He frequently reminds us that librarians underestimate themselves when it comes to technology, "We are not behind the curve; in fact we are usually ahead of most places. We are doing well." Part of the reason libraries are "doing well" is because Josh has made it a priority over the years to use the power and resources of the System to help even the smallest library provide high-tech services to their community - the online catalog, Request-a-Title, remote access to library databases, downloadable audiobooks, etc. "By working together we can all provide these services where many libraries, acting on their own, would have no hope of connecting their patrons with this stuff."
Josh has always encouraged directors and trustees to have vision - "Have a vision of what the library can be for the community - what you should be. What does it look like? Then just plan how to get there."
In the past ten years Josh made more than 400 visits to member libraries, spending over 600 hours helping, consulting, and working with Directors and Boards. He has made System staff available to libraries as well - staff time spent in libraries over the past decade tops out at over 4,600 hours. He, Merribeth and Rebekkah have helped to educate over 1,000 trustees. This hands-on time with libraries has helped System staff help the next library - learning what worked and what didn't for one and passing that knowledge to the next library to help produce positive results and outcomes.
As Josh makes his way out the door of MHLS and into the land of retirement he shared a number of thought-provoking comments that provide a blueprint of sorts for what happens next:
Words of Wisdom from Josh
Work Together to be Stronger:
Last year Josh convened the System Funding Taskforce, made up of member library directors and System staff, to address the funding situation the System is faced with after almost a decade of flat funding and cuts. " recognize that the decisions you make need to be for the collective good and for future success. Over the last ten years we have seen this work, I hope it will not just continue but get better."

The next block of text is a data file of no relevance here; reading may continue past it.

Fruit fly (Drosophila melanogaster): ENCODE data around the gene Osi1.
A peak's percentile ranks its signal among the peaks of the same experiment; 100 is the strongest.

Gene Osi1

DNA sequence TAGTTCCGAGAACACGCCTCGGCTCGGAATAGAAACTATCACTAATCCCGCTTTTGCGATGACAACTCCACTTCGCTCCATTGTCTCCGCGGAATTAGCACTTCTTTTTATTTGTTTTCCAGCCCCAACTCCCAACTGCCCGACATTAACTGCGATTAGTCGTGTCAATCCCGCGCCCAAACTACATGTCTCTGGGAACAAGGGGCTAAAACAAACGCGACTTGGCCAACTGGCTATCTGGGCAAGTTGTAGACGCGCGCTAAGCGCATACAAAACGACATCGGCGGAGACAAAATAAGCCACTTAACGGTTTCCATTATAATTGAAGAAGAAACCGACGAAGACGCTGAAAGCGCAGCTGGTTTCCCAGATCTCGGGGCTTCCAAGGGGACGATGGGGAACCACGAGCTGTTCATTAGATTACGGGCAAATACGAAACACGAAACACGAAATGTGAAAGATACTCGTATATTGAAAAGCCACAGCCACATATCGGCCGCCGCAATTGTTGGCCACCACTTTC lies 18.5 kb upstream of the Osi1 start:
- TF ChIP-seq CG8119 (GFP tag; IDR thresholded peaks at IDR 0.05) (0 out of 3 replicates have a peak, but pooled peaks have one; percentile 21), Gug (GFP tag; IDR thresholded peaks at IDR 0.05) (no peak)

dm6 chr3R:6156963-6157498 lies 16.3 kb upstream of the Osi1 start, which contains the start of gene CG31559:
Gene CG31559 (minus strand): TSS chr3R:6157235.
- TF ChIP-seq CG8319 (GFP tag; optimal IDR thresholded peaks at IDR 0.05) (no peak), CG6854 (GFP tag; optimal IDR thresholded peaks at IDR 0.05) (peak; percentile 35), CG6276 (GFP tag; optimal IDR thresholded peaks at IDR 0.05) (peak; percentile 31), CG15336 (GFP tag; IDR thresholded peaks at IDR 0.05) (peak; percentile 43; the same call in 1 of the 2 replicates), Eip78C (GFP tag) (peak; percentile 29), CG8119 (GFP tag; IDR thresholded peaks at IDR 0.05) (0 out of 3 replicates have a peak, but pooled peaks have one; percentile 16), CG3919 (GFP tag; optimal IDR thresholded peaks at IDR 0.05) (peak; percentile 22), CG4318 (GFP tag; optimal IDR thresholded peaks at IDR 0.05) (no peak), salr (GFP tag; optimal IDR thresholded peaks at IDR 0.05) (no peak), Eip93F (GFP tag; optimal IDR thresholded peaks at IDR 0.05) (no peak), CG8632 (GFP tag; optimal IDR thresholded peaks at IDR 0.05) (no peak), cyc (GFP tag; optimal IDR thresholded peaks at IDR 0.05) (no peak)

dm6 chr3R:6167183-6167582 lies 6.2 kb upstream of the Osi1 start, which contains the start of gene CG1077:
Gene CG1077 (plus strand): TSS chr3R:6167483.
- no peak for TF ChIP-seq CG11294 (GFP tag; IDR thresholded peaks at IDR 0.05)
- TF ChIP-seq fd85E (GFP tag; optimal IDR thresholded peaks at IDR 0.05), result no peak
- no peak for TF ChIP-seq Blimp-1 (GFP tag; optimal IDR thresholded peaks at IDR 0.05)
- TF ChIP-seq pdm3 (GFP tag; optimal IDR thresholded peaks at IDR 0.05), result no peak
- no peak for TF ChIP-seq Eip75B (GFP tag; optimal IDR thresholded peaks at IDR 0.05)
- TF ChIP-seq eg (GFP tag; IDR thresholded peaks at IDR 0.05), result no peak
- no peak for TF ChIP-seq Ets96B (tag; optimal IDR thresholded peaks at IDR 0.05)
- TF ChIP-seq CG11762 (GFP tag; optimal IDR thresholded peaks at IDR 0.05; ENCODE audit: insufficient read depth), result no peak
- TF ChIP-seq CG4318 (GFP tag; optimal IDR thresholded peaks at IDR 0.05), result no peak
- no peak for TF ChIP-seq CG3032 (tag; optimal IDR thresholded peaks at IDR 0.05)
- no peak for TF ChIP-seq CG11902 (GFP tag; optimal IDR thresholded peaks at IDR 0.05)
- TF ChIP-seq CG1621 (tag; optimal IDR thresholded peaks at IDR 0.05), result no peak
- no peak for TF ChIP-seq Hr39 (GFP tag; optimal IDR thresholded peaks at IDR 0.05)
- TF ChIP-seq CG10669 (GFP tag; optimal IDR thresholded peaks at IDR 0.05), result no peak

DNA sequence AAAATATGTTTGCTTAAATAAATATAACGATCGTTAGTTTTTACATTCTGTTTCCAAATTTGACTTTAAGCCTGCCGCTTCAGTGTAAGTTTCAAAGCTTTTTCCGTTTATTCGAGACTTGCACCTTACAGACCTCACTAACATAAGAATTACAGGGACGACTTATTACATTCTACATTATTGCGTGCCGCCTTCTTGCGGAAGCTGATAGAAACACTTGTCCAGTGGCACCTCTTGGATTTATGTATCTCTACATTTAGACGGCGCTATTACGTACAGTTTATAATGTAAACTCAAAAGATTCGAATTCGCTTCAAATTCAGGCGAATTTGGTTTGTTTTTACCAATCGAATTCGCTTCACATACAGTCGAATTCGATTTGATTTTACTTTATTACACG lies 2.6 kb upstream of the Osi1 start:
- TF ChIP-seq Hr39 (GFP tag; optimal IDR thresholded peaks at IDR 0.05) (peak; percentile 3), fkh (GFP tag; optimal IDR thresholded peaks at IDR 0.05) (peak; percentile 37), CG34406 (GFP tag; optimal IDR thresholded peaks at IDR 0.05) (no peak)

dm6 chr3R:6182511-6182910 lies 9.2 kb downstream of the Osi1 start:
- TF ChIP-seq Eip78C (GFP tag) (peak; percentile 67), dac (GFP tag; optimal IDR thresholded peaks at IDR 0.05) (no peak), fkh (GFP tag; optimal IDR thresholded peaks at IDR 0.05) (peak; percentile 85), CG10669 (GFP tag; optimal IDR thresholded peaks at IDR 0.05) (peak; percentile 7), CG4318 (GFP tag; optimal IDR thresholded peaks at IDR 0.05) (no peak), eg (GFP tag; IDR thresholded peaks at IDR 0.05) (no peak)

Stand Up & Fight: Josh is puzzled by libraries' lack of confidence and pride in what they do for their communities, "There has been increasing recognition of libraries as essential institutions in the past years but libraries do not seem to know how to capitalize on this. Libraries seem fearful when they should be confident, now is the time - you have the support." Josh feels libraries need to be less passive about what is going to happen in the future and urges libraries to take control of their future. "There's no reason libraries should not be more aggressive in their marketing."
Expand the View: "Libraries are not just about circulation and books. We are the cultural conscience of our communities. Libraries are community institutions, active within the community and having an impact. Embrace this, don't fight it."
" Since Josh Cohen will be leaving us shortly, we have asked Merribeth Advocate to be the Interim Director of MHLS until a new Director is selected, pending final approval by the Trustees at the 7 July meeting. Merribeth has most graciously accepted this responsibility, which has also been cleared with the NYS Education Department. Merribeth is beginning her duties at this time in order to provide a transition while Josh is still present. Please provide Merribeth with your support as she assumes responsibility for running the MHLS."
-Jim Tuttle, Board President, Mid-Hudson Library System, in a message to member library directors on June 22nd